In Iran in the 1970s, opposition grew to the rule of the Shah. The Shah’s security agency, SAVAK, was known for its abuses of power, and despite the country’s oil wealth, many people were living in poverty. In 1978, student riots against the Shah began, and the exiled Ayatollah Ruhollah Khomeini became a symbol of the student cause. In January of 1979, the Shah left Iran, and Khomeini returned to establish theocratic rule. This revolution served as a source of inspiration for other political movements in the area, while alienating many Muslims and western observers by its excesses.

c. 1990 CE Independence of Muslim Republics from Former Soviet Union

Muslim republics of the former Soviet Union, including Azerbaijan, Kazakhstan, Kyrgystan, Tajikistan, Turkmenistan, and Uzbekistan, attained self-government.

1993 CE U.S. Muslim Organizations Coordinate Ramadan Observances 

The Islamic Shura Council of North America, composed of ISNA, ICNA, the Ministry of Imam W. Deen Mohammed, and the community under the leadership of Imam Jamil al-Amin, agreed on procedures for the sighting of the moon which begins and ends the holy month of Ramadan. This was an important step in American Muslim unity, as many immigrant Muslims and ethnic Islamic centers still look to authorities in their home countries for official guidance on such matters.

2001 CE 9/11 World Trade Center and Pentagon Attack

The September 11th attacks on the United States, for which the militant group al Qaeda claimed responsibility, had immediate and long-term implications for American domestic and foreign policy, particularly affecting American engagement in Muslim-majority countries. 

2001 – 2008 CE “War on Terror”

Following the attacks of September 11th, President George W. Bush called for a “war on terror” to combat those who carried out the 9/11 attacks and their supporters. While other countries have allied with the U.S. in this effort, the term itself does not necessarily refer to a single policy, but rather is an umbrella expression used to generally include the U.S. invasion of Iraq in 2003 and America’s war against the Taliban in Afghanistan. America’s foreign policy in this regard has been poorly received by many around the world, exacerbating a “Muslim world” versus America divide. While the “war on terror” is generally used to refer specifically to Bush administration policy, many would argue that the Obama administration has continued to operate in a similar manner.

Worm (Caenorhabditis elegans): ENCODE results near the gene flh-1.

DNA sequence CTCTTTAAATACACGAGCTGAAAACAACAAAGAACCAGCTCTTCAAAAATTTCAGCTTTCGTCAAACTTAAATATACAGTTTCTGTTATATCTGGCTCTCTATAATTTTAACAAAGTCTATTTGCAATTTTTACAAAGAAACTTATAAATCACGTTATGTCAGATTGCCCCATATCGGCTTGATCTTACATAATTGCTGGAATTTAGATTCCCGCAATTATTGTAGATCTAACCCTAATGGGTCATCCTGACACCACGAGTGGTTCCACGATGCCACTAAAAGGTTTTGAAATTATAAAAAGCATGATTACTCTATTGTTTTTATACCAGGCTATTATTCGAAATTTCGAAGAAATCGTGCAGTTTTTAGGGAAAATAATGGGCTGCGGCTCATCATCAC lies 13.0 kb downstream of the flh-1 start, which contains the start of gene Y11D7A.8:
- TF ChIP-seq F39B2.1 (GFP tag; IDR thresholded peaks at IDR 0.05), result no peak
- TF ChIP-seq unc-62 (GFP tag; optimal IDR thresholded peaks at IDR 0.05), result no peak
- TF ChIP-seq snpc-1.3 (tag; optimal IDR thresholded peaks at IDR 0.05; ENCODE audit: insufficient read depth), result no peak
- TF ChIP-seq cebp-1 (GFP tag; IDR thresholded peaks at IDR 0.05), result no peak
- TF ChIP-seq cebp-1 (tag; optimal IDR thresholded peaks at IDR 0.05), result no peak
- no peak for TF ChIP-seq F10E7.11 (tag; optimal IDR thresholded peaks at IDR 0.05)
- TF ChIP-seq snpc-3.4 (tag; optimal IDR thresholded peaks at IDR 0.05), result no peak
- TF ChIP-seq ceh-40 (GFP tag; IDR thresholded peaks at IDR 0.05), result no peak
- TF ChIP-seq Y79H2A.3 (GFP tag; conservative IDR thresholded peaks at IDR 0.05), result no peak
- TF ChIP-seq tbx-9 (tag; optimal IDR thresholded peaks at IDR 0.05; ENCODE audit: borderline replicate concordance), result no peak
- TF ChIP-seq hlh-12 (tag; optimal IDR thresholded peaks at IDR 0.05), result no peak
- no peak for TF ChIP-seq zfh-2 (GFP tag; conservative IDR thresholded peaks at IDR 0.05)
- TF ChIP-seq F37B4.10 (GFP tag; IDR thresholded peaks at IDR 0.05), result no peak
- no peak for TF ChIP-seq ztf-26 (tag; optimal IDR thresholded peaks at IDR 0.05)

2003 CE First Muslim Woman wins Nobel Peace Prize 

Shirin Ebadi, an Iranian lawyer, became the first Muslim woman to win the Nobel Peace Prize for her extensive efforts to promote human rights and democracy in Iran.

2004 CE The Amman Message defines a Moderate Islam

This historic document, drafted in Jordan under the auspices of King Abdullah II, is a formal statement written and signed by hundreds of Muslim leaders and scholars around the world representing many branches of Islam, including Sunni and Shi’a, agreeing to a single, tolerant definition of what it means to be Muslim. The document calls for a moderate understanding of Islam, rejecting violence in the name of religion, and calling for tolerance within Islam and of non-Muslims. 

2005 – 2006 CE Danish Cartoon Controversy 

The publication of cartoons depicting the Prophet Muhammad in a Danish newspaper prompted protests in Denmark and around the world, due to the offensive nature of the cartoons and to the fact that depiction of the Prophet is generally considered prohibited in Islam.

2009 CE “A New Beginning” – Obama’s Cairo Speech

On June 4, 2009, President Obama gave a widely anticipated speech at Cairo University to address Muslims around the world in recognition of the divisions between “American” and “Muslim” that were promulgated by the 9/11 attacks and America’s subsequent “war on terror”. An attempt to begin to bridge those divides; the speech was generally well received at the time and raised hopes for improved American-Muslim relations. However, Obama has since been criticized for not following through with the initiative that he made through the speech. 

2011 CE The Arab Spring

Beginning in Tunisia and expanding to many countries in the Middle East and North Africa, the “Arab world” erupted in protest against the dictatorial regimes, toppling the government in Tunisia, Libya, Egypt, and Yemen. While opposition to the old regimes was manifold, the results of democratic elections in Egypt and Tunisia demonstrated a popular desire for a greater connection between religion and politics. The election of Muhammad Morsi, a member of the Muslim Brotherhood, is one example. It remains to be seen the way in which Islam is manifest in both domestic and foreign policy in all of those Muslim-majority countries that have undergone major transitions during the so-called “Arab Spring” of 2011.